Digikala, the Iranian e-commerce website is taking the first steps to implement drone delivery system by organizing a drone design contest in Iran.
It may sound like a science-fiction movie, but Unmanned Aerial Vehicles (UAV) or Drones are becoming more and more popular these days. In a couple of years we can expect to see hundreds of drones hovering around our cities to rapidly transport our packages in an efficient way. Digikala, Iran’s biggest e-commerce website aims to pioneer drone delivery in Iran by organizing a drone design contest which plans to present solutions to the hefty challenges of this type of delivery.
“Fast delivery is an important need of Digikala’s customers,” says on Digikala’s website. “With a look at tomorrow, we can see that drones are one of the solutions to this need, but implementation of this technology is associated with a couple of challenges.” It’s clear that Digikala has sensed the importance of adopting new technologies to further expand its brand in Iran and grow its footprints in the country’s e-commerce market.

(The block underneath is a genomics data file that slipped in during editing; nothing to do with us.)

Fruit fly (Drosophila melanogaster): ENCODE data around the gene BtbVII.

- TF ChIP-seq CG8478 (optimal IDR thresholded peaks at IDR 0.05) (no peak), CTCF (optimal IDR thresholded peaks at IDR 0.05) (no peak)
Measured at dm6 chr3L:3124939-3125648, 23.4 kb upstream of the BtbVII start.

Digikala’s design contest has 2 main sections: Design evaluation and main tournament. Mechanics, Electronics, Image Processing, the looks and the price are the judging criteria in the design evaluation. The criteria to the tournament are based on pickup and delivery methods, imaging system, battery life and the power source. Navigation skills and creativity are also two of the main technical challenges presented in the contest. The first teams in the design section, the tournament and technical challenges section will take home 10M, 20M and 5M Toman respectively. The team with the most collected points will also receive 15 million Toman cash making the total prize 50 million Toman ($14,000).
Since there are many technological and regulatory obstacles facing drone delivery services, the commercial use of Unmanned Aerial Vehicles (UAV) for delivery purposes is still in its beta phase. A couple of companies around the world have had initial attempts to make use of this technology. In 2013 Amazon revealed Prime Air, a drone-based delivery service to safely get packages to customers in 30 minutes or less from the time of ordering from the website. Amazon is still testing different designs and delivery mechanisms to find the best working types of drones for different environments.
The commercial use of UAVs for package delivery is still not legal in many countries, but hopefully as this technology matures and shows the safety of the service we can expect the regulatory issues to be also solved.
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